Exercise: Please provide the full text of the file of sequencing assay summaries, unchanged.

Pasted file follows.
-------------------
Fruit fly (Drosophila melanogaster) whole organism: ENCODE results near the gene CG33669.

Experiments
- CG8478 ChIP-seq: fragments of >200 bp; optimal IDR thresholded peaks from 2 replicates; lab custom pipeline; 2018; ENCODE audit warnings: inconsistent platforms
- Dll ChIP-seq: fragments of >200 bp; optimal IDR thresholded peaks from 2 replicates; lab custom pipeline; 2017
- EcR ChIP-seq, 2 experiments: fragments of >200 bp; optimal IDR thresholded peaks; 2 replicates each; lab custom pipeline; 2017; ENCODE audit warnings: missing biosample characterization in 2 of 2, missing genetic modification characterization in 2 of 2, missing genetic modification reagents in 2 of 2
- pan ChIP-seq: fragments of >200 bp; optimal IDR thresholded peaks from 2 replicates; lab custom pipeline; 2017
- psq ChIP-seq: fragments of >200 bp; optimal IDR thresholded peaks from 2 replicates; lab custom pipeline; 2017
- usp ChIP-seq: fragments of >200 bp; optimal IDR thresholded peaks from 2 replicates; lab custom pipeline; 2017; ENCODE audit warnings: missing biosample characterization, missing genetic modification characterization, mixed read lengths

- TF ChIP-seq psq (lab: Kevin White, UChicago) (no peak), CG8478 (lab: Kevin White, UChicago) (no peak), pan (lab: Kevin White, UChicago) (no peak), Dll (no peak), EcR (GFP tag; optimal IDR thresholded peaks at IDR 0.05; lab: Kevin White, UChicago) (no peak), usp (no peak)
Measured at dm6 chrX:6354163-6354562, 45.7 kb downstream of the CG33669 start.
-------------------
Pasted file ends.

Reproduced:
Fruit fly (Drosophila melanogaster) whole organism: ENCODE results near the gene CG33669.

Experiments
- CG8478 ChIP-seq: fragments of >200 bp; optimal IDR thresholded peaks from 2 replicates; lab custom pipeline; 2018; ENCODE audit warnings: inconsistent platforms
- Dll ChIP-seq: fragments of >200 bp; optimal IDR thresholded peaks from 2 replicates; lab custom pipeline; 2017
- EcR ChIP-seq, 2 experiments: fragments of >200 bp; optimal IDR thresholded peaks; 2 replicates each; lab custom pipeline; 2017; ENCODE audit warnings: missing biosample characterization in 2 of 2, missing genetic modification characterization in 2 of 2, missing genetic modification reagents in 2 of 2
- pan ChIP-seq: fragments of >200 bp; optimal IDR thresholded peaks from 2 replicates; lab custom pipeline; 2017
- psq ChIP-seq: fragments of >200 bp; optimal IDR thresholded peaks from 2 replicates; lab custom pipeline; 2017
- usp ChIP-seq: fragments of >200 bp; optimal IDR thresholded peaks from 2 replicates; lab custom pipeline; 2017; ENCODE audit warnings: missing biosample characterization, missing genetic modification characterization, mixed read lengths

- TF ChIP-seq psq (lab: Kevin White, UChicago) (no peak), CG8478 (lab: Kevin White, UChicago) (no peak), pan (lab: Kevin White, UChicago) (no peak), Dll (no peak), EcR (GFP tag; optimal IDR thresholded peaks at IDR 0.05; lab: Kevin White, UChicago) (no peak), usp (no peak)
Measured at dm6 chrX:6354163-6354562, 45.7 kb downstream of the CG33669 start.